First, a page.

When you are using a cloud service, whether it be Office 365, Facebook, LinkedIn or Gmail you are using a user account, and these are also referred to as ‘identities’. Typically there are three types of identities in a cloud service: Cloud Identities, Synced Identities and Federated Identities.
- Cloud Identity – a Cloud Identity is a user account that’s created and managed in the cloud service. In case of Office 365 this account is created and managed in the Microsoft Online Portal. Important to note is that when you access an Office 365 service, authentication takes place against the Windows Azure Active Directory Domain Controllers.
In the Microsoft Online Portal these accounts are easily identifiable as Cloud Identities as can be seen in the following figure:
- Synced Identity – a Synced Identity is created and managed in your local Active Directory and synchronized with the Cloud service. In Office 365 you can opt to synchronize the passwords as well, although not the actual password is synchronized but a hash of the password. Like Cloud Identities authentication takes place against the Windows Azure Active Directory Domain Controllers. These accounts are identified in the Microsoft Online Portal as ‘Synced with Active Directory’ as shown in the following figure:
Although the username and password are identical in Office 365 and in the local Active Directory, this is not a Single Sign-On solution, but I always refer to this as a ‘Same Set of Credentials’ solution.
- Federated Identity – a Federated Identity is a user account that’s created and managed in your local Active Directory and that’s synchronized with Office 365. When the account is synchronized an account in Office 365 (Windows Azure Active Directory) is created. When a service in Office 365 is accessed, the user is not authenticated against the Windows Azure Active Directory Domain Controllers, but the authentication request is redirected to your local Active Directory and Domain Controllers. To achieve this an Active Directory Federation Service (ADFS) needs to be in place. Since there’s only one set of credentials (all authentication takes place against your local Domain Controllers!) this is referred to as ‘Single Sign-On’.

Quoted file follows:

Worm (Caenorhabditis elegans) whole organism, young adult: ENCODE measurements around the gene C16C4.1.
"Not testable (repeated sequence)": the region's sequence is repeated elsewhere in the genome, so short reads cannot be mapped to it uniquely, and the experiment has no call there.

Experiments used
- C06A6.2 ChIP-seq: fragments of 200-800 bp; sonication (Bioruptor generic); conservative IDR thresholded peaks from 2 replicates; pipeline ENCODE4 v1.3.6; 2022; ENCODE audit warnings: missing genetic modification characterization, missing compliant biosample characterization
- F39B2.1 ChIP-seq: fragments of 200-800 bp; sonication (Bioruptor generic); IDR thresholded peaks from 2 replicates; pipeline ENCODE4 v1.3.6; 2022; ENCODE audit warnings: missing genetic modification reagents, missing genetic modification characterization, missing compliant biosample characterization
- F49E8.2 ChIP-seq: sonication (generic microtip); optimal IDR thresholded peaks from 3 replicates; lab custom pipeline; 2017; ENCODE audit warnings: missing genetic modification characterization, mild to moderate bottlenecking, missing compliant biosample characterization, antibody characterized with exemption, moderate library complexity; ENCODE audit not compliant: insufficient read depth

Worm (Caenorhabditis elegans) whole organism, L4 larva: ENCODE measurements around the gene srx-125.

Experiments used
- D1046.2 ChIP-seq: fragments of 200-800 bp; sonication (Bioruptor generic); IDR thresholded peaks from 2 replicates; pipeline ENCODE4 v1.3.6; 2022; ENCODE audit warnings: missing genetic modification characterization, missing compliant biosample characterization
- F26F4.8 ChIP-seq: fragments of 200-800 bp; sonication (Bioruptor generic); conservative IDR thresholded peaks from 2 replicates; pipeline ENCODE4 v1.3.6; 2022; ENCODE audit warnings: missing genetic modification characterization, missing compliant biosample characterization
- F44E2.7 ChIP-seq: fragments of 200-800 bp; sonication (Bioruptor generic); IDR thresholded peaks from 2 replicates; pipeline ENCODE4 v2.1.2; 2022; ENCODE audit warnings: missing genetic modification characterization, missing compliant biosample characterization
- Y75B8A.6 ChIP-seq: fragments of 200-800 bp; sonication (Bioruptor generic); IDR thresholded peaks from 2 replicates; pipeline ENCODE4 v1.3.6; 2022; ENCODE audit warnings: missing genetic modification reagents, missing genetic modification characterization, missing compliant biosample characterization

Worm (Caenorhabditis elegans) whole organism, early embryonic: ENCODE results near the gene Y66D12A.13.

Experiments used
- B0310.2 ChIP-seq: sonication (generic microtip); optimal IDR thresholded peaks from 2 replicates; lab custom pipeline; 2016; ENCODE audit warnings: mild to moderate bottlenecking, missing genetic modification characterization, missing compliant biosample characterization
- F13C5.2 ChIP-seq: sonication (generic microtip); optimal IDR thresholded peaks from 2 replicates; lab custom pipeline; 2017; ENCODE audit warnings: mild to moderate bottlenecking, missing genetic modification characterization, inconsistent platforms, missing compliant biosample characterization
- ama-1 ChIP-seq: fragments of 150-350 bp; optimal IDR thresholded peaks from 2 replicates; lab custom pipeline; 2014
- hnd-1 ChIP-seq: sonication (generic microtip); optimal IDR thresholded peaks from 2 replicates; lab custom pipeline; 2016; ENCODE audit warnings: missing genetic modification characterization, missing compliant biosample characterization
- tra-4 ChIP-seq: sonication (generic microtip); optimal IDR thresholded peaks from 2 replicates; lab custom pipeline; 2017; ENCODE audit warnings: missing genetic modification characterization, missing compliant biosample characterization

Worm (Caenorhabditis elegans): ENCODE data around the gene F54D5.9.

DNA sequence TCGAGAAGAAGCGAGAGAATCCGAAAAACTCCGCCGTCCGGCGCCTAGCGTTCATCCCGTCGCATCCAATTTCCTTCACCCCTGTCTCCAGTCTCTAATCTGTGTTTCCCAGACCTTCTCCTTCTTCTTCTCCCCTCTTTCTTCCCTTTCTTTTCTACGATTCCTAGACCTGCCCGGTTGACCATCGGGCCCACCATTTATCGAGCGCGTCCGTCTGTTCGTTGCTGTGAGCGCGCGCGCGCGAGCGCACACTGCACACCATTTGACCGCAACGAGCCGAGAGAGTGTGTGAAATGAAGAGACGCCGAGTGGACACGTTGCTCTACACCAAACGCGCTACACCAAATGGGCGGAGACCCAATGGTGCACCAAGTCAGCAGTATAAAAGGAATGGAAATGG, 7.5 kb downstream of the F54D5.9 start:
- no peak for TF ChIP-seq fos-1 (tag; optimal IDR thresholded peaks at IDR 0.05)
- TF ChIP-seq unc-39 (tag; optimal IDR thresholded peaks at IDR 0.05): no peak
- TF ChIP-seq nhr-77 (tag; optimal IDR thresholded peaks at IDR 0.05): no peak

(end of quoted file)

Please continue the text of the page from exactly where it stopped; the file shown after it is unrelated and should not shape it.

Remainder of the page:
Continue reading Cloud identities, Linked Identities and Federated Identities
On March 17 Microsoft released the 8th Cumulative Update for Exchange Server 2013, 98 days after the release of CU7 which is nicely in line with the quarterly release cadence of Cumulative Updates. This Cumulative Update is called CU8, not a word about Service Pack 2, so SP1 still continues to be the officially supported Service Pack.
There are some new features in CU8 that are worth noticing.
- With CU8 there are improvements for mobile clients in a Hybrid Configuration. When a Mailbox is moved the Outlook client will automatically detect and reconfigure accordingly. This was not the case with Mobile clients. This behavior has changed in CU8. When a mobile client connects the local Exchange server and the Mailbox is moved to Exchange Online an additional check for the TargetOWAUrl on the Organization Relationship object is performed. This will return an HTTP/451 redirect to the mobile client which in turn will be redirected to this new URL. This feature will be available to all EAS compatible devices that can handle the HTTP/451 redirect option. Unfortunately this feature is only available for onboarding customers (i.e. to Office 365) and not for offboarding (from Office 365) customers.